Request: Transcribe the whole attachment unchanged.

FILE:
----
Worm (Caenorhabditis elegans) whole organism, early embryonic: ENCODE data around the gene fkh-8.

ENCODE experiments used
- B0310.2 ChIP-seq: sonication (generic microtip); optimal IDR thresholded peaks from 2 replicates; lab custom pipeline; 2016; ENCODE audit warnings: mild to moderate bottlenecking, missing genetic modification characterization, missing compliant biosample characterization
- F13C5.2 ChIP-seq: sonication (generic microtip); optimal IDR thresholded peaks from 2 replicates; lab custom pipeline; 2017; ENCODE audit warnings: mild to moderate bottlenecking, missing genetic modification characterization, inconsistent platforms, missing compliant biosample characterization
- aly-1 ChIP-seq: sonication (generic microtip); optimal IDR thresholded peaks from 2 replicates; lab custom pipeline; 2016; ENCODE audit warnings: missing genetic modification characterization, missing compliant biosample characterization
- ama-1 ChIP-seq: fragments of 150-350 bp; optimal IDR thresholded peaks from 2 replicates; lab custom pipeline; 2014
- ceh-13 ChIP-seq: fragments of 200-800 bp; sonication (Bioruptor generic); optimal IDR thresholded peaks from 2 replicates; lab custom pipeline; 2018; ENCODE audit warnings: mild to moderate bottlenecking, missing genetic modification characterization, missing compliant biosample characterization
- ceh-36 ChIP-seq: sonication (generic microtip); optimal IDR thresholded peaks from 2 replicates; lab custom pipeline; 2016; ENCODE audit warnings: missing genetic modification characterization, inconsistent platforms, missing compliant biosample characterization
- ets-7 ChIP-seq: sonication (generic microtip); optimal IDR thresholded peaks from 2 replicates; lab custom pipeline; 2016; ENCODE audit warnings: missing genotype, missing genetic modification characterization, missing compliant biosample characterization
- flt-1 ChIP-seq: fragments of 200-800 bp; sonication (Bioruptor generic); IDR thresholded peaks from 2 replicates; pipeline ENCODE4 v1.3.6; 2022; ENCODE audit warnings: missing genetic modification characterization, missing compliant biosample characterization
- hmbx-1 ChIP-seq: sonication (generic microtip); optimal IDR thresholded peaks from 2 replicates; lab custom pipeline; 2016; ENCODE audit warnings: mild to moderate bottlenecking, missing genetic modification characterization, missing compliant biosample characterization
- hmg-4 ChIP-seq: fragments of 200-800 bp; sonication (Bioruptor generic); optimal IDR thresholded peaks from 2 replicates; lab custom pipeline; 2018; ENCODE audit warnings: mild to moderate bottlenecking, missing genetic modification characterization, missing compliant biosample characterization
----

Worm (Caenorhabditis elegans) whole organism, early embryonic: ENCODE data around the gene fkh-8.

ENCODE experiments used
- B0310.2 ChIP-seq: sonication (generic microtip); optimal IDR thresholded peaks from 2 replicates; lab custom pipeline; 2016; ENCODE audit warnings: mild to moderate bottlenecking, missing genetic modification characterization, missing compliant biosample characterization
- F13C5.2 ChIP-seq: sonication (generic microtip); optimal IDR thresholded peaks from 2 replicates; lab custom pipeline; 2017; ENCODE audit warnings: mild to moderate bottlenecking, missing genetic modification characterization, inconsistent platforms, missing compliant biosample characterization
- aly-1 ChIP-seq: sonication (generic microtip); optimal IDR thresholded peaks from 2 replicates; lab custom pipeline; 2016; ENCODE audit warnings: missing genetic modification characterization, missing compliant biosample characterization
- ama-1 ChIP-seq: fragments of 150-350 bp; optimal IDR thresholded peaks from 2 replicates; lab custom pipeline; 2014
- ceh-13 ChIP-seq: fragments of 200-800 bp; sonication (Bioruptor generic); optimal IDR thresholded peaks from 2 replicates; lab custom pipeline; 2018; ENCODE audit warnings: mild to moderate bottlenecking, missing genetic modification characterization, missing compliant biosample characterization
- ceh-36 ChIP-seq: sonication (generic microtip); optimal IDR thresholded peaks from 2 replicates; lab custom pipeline; 2016; ENCODE audit warnings: missing genetic modification characterization, inconsistent platforms, missing compliant biosample characterization
- ets-7 ChIP-seq: sonication (generic microtip); optimal IDR thresholded peaks from 2 replicates; lab custom pipeline; 2016; ENCODE audit warnings: missing genotype, missing genetic modification characterization, missing compliant biosample characterization
- flt-1 ChIP-seq: fragments of 200-800 bp; sonication (Bioruptor generic); IDR thresholded peaks from 2 replicates; pipeline ENCODE4 v1.3.6; 2022; ENCODE audit warnings: missing genetic modification characterization, missing compliant biosample characterization
- hmbx-1 ChIP-seq: sonication (generic microtip); optimal IDR thresholded peaks from 2 replicates; lab custom pipeline; 2016; ENCODE audit warnings: mild to moderate bottlenecking, missing genetic modification characterization, missing compliant biosample characterization
- hmg-4 ChIP-seq: fragments of 200-800 bp; sonication (Bioruptor generic); optimal IDR thresholded peaks from 2 replicates; lab custom pipeline; 2018; ENCODE audit warnings: mild to moderate bottlenecking, missing genetic modification characterization, missing compliant biosample characterization